Accounts payable and bills payable have many similarities. In fact, they are often used interchangeably. Both accounts payable and bills payable indicate a monetary obligation to an outside party. However, while accounts payable only include a certain type of transactions, bills payable include three different types of transactions.
When a business purchases goods or services, it does not always pay immediately for them. Instead, the business may purchase on credit and only pay at a future date. After incurring the obligation to pay and before actually paying the debt, the business records the amount of money owed either as an account payable or as a bill payable. While accounts payable always refer to this kind of financial obligation, bills payable also apply to other types of debts.
When a business needs funds to support its operations, the business can get the money by taking on bank loans, by selling company shares or by issuing promissory notes. By issuing a note, the business promises to pay the lender the amount of money borrowed, plus any interest and other charges. The terms of these notes are usually less than one year. Bills payable, not accounts payable, may include these short-term notes.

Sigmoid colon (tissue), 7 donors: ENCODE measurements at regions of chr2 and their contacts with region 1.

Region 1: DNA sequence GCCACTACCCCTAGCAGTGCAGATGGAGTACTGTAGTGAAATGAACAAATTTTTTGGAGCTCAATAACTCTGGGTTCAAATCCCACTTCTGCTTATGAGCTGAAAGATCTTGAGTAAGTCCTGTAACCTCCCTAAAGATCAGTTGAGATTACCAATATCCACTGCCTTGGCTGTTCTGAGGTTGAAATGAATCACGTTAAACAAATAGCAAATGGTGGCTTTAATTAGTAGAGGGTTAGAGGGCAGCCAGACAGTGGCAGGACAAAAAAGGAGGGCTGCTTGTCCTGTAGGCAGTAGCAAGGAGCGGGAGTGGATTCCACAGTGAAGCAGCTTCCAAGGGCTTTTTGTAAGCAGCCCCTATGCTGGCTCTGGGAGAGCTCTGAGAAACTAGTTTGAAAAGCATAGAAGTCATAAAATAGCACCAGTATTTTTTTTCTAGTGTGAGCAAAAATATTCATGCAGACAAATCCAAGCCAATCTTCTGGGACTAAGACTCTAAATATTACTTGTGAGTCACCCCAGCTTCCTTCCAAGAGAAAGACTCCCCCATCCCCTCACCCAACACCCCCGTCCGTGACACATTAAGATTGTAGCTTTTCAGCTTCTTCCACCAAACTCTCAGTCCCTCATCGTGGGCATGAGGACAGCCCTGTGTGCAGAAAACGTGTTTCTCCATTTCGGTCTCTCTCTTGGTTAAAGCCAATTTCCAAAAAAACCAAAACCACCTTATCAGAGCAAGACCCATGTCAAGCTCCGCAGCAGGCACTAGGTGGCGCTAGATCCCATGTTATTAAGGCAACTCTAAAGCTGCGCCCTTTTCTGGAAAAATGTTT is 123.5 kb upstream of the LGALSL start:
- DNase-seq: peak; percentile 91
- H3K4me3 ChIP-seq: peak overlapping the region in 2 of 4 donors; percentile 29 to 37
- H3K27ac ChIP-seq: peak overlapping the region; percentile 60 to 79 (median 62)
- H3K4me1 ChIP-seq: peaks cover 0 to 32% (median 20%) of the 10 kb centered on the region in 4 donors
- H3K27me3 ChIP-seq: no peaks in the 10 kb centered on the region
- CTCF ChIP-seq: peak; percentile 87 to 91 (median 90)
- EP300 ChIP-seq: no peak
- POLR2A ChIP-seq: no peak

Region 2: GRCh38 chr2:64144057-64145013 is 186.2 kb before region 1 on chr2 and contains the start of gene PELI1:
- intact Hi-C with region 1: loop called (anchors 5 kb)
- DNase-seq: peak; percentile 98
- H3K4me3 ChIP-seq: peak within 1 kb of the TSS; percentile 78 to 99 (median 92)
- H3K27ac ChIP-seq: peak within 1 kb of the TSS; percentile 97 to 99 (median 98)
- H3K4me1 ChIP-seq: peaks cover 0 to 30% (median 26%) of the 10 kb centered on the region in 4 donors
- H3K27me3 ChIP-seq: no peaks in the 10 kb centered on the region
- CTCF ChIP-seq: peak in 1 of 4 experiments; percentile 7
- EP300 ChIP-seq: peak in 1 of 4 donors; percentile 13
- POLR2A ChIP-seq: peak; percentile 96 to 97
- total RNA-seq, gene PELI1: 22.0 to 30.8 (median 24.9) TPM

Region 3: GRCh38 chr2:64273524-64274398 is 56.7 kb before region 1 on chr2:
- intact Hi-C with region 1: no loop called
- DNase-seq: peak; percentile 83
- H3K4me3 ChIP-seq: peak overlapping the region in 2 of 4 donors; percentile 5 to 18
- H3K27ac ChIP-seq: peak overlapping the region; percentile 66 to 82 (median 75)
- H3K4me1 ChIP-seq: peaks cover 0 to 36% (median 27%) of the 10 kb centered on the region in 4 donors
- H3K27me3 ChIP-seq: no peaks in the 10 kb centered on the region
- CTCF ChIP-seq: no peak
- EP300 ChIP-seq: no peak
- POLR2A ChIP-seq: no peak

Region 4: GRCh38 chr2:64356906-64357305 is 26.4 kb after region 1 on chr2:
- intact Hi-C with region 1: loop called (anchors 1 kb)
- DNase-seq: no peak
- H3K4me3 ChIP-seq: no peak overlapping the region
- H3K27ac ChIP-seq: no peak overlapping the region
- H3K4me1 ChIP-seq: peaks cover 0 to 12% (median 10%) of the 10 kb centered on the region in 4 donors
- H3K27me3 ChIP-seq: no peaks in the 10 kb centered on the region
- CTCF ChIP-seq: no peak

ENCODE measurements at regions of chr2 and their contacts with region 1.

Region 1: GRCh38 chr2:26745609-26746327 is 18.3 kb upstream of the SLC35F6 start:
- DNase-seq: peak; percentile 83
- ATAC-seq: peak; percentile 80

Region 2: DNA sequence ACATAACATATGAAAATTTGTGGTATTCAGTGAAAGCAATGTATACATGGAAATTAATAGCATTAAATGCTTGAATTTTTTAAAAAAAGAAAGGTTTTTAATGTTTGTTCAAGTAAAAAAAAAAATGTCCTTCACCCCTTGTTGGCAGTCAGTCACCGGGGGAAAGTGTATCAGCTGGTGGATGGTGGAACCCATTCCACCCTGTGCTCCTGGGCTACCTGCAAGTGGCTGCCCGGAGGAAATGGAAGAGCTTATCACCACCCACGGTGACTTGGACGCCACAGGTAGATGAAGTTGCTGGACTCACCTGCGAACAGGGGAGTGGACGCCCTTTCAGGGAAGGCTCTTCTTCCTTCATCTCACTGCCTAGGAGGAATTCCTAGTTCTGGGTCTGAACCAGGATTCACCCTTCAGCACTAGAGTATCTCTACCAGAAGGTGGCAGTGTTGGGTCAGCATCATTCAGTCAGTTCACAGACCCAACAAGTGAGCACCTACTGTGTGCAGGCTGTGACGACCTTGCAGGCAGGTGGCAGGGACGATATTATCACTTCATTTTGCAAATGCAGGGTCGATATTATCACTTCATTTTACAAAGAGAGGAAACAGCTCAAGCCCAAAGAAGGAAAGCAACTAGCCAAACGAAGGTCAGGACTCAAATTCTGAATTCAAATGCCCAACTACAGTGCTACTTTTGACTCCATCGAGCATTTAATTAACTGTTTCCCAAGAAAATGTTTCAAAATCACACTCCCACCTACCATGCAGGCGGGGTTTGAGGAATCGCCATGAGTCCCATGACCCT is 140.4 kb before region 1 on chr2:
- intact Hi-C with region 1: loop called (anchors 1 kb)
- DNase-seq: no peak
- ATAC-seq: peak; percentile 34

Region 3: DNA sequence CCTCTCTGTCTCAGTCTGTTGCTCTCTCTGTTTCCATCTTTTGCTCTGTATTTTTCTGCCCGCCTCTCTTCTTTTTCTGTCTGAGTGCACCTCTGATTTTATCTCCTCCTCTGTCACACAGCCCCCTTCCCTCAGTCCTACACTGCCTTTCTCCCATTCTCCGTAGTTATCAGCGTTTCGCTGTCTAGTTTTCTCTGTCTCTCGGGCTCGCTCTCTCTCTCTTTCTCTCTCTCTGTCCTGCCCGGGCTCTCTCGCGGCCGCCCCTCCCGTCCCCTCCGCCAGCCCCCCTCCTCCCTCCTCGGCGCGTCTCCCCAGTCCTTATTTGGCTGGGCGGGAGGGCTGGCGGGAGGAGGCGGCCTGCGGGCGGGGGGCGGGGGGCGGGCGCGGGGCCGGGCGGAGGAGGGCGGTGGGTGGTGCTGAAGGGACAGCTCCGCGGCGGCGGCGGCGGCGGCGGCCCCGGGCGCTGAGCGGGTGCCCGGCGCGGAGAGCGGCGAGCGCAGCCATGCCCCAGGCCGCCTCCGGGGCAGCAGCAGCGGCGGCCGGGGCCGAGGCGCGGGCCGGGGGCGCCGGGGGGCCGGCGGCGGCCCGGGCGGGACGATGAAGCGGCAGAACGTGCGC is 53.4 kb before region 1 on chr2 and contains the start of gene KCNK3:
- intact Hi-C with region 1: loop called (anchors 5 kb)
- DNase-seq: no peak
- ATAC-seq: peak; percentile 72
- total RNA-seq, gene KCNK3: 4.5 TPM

A bank sometimes runs short on cash; for example, a bank can experience an unexpected demand and may be unable to convert its assets into cash quickly enough. In such a situation, the bank may be able to borrow the cash from other banks. The obligation to repay the lender is then recorded as a bill payable. Accounts payable, on the other hand, do not include such an obligation.
Accountants in the U.S. more commonly use the term "accounts payable" even when they can replace it with "bills payable." In the case of the promissory notes, "bills payable" can also be replaced by "notes payable." The term "bills payable" used to enjoy more popularity, but its use among American accountants has declined over time. Accountants in the U.K. use "bills payable" more frequently than their American counterparts, according to Accounting Tools.